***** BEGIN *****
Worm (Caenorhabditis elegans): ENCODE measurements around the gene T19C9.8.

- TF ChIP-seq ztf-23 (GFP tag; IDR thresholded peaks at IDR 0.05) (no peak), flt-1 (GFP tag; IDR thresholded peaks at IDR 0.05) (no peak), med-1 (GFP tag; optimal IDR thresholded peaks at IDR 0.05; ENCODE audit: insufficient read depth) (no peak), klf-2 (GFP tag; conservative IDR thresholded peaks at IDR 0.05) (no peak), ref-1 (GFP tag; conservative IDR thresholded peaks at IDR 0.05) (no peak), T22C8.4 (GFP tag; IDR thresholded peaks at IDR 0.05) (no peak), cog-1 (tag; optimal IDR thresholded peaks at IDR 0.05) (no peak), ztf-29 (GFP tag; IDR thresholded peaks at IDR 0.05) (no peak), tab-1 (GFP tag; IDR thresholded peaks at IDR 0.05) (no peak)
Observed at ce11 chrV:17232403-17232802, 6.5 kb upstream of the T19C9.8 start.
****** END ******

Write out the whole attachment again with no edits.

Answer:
Worm (Caenorhabditis elegans): ENCODE measurements around the gene T19C9.8.

- TF ChIP-seq ztf-23 (GFP tag; IDR thresholded peaks at IDR 0.05) (no peak), flt-1 (GFP tag; IDR thresholded peaks at IDR 0.05) (no peak), med-1 (GFP tag; optimal IDR thresholded peaks at IDR 0.05; ENCODE audit: insufficient read depth) (no peak), klf-2 (GFP tag; conservative IDR thresholded peaks at IDR 0.05) (no peak), ref-1 (GFP tag; conservative IDR thresholded peaks at IDR 0.05) (no peak), T22C8.4 (GFP tag; IDR thresholded peaks at IDR 0.05) (no peak), cog-1 (tag; optimal IDR thresholded peaks at IDR 0.05) (no peak), ztf-29 (GFP tag; IDR thresholded peaks at IDR 0.05) (no peak), tab-1 (GFP tag; IDR thresholded peaks at IDR 0.05) (no peak)
Observed at ce11 chrV:17232403-17232802, 6.5 kb upstream of the T19C9.8 start.